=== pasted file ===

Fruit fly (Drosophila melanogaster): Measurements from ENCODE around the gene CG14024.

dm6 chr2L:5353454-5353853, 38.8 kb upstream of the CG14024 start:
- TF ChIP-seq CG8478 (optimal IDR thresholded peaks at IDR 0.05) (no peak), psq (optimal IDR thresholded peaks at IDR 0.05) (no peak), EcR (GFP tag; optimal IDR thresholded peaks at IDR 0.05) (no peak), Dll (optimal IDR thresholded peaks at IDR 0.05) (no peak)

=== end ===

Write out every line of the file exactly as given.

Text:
Fruit fly (Drosophila melanogaster): Measurements from ENCODE around the gene CG14024.

dm6 chr2L:5353454-5353853, 38.8 kb upstream of the CG14024 start:
- TF ChIP-seq CG8478 (optimal IDR thresholded peaks at IDR 0.05) (no peak), psq (optimal IDR thresholded peaks at IDR 0.05) (no peak), EcR (GFP tag; optimal IDR thresholded peaks at IDR 0.05) (no peak), Dll (optimal IDR thresholded peaks at IDR 0.05) (no peak)